Archive | 3:55 pm

The Other Side of Kidding

12 Mar

I always share all the cute little kids that are born on the farm, but it doesn’t really do justice to the work that goes on during this week.  One of the biggest things is checking goats.  If they are out in pasture, I hike out there to find my girls who haven’t had kids yet.

Wanda

Luckily, I have them on the small front pasture, so it’s only five acres to hike.

Soon, they moms will start taking their kids with them out to pasture, and I’ll have to help keep track of them and make sure they don’t get left out there.  So far, that’s only 2TC, and she’s big enough to take care of not getting herself left out there.

2TC

The new moms are leaving their babies up in the buildings.

Victoria’s girls

I like giving the moms the front pasture because it’s close enough and small enough that they can go out to pasture and eat and easily come back up to take care of their babies.

Ava and Gidget

I do still give them hay and grain also.

Zinnia

It takes a lot to keep up with feeding kids.

Cutie with Reva’s kids (front) and her kids (back)

Obviously, there are also the middle of the night checks.  On good nights, I go out once and that’s it.  Some nights, I stay up late to keep checking someone and possible go out as close as every hour until someone has a baby. Occasionly, that’s the next day.  So far, it hasn’t been that bad this year.

Cutie

I like it best when I go out and find they managed to have both kids between my checks.

Cutie with her buck and doe

It’s way better than sitting there and waiting and watching for what seems like forever.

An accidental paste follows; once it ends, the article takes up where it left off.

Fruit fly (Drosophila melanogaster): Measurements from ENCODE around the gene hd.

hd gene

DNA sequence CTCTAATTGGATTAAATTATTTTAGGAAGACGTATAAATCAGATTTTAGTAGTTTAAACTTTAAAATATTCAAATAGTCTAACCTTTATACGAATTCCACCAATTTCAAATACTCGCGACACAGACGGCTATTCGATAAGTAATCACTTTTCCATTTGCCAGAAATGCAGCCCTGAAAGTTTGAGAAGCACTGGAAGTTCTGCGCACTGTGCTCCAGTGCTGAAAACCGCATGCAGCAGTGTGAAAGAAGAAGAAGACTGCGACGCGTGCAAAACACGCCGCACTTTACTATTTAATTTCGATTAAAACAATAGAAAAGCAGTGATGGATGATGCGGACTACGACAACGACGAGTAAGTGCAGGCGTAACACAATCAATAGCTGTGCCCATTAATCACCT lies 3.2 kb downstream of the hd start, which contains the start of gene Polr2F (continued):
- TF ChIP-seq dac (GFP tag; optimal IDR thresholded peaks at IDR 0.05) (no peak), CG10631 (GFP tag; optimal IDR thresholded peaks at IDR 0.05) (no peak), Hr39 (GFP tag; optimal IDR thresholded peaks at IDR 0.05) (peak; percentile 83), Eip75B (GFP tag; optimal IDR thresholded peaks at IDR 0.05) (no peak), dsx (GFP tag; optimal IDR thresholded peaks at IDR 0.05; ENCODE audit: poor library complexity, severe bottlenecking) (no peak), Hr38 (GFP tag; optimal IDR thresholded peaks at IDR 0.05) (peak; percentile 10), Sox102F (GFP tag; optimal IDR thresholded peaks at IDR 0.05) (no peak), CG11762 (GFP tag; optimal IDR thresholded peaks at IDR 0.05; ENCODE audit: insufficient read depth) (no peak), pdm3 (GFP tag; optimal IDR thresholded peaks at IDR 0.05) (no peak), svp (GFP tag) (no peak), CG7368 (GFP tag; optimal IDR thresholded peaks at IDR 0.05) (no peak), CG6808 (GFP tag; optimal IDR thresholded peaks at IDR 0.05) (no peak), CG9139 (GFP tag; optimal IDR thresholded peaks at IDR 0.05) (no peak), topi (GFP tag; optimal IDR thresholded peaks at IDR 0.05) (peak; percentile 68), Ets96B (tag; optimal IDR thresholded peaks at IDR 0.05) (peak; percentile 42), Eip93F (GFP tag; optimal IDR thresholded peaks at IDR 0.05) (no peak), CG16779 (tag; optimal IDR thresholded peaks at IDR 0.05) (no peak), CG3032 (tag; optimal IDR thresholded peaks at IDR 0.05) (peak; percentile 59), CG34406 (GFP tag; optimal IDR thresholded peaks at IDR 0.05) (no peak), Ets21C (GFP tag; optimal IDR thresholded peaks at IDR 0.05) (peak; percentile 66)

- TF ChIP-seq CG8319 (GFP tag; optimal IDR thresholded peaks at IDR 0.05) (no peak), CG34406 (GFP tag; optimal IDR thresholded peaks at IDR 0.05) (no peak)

Ava

Especially when the mom is a drama queen and wants me to snuggle and hold her face the whole time she’s in labor.  They always arrive eventually though.

Ava and her buck

I also have to keep in mind personalities.  We’ve had warm enough weather, but rain all day on Monday has left the barnyard muddy, so nobody wants to just sleep outside.

Reva in the muddy barnyard

That means I have to deal with Mary.  She wouldn’t let anyone else in the greenhouse.

Mary

I had to drag her over and put her in with Victoria, and they got along fine.  It’s all about personalities.

Victoria and her girls

Then Reva wouldn’t let anyone in the greenhouse.  I had already penned Cutie with a heat lamp since I knew she was going to have her kids, but I had to add another pen for Reva and her babies just so everyone else could come in the building.  They drive me crazy.  It’s not like it’s crowded in there.  I shouldn’t have three goats hiding under workbenches cowering in fear.  Brats.

Blaze, Cutie, Cookie (in front) and Reva

Then there’s the checking udders to make sure moms don’t have mastitis and keeping a close eye on kids to make sure they are getting enough to eat.  Sometimes, the kids need help getting started nursing, especially if mom has big teats or a weird udder.

Ava’s udder

So far this year, I’ve treated Blaze for mastitis, and now I’m giving Reva’s babies supplemental bottles.  Her milk might finish coming in and increase, or I might end up supplementing them until they are weaned.

Reva

Then there’s the weird things that you have to notice, but you just can’t prepare for.  Victoria didn’t deliver her placenta.

Victoria

I had to get meds from the vet, and that did help, but she never did deliver it all.  That means antibiotics to keep her from a uterine infection.  That could be fatal.

But all the cute, healthy babies seriously outweigh all the work!

Cutie’s buck

Gidget’s buck

Now I need to start coming up with names.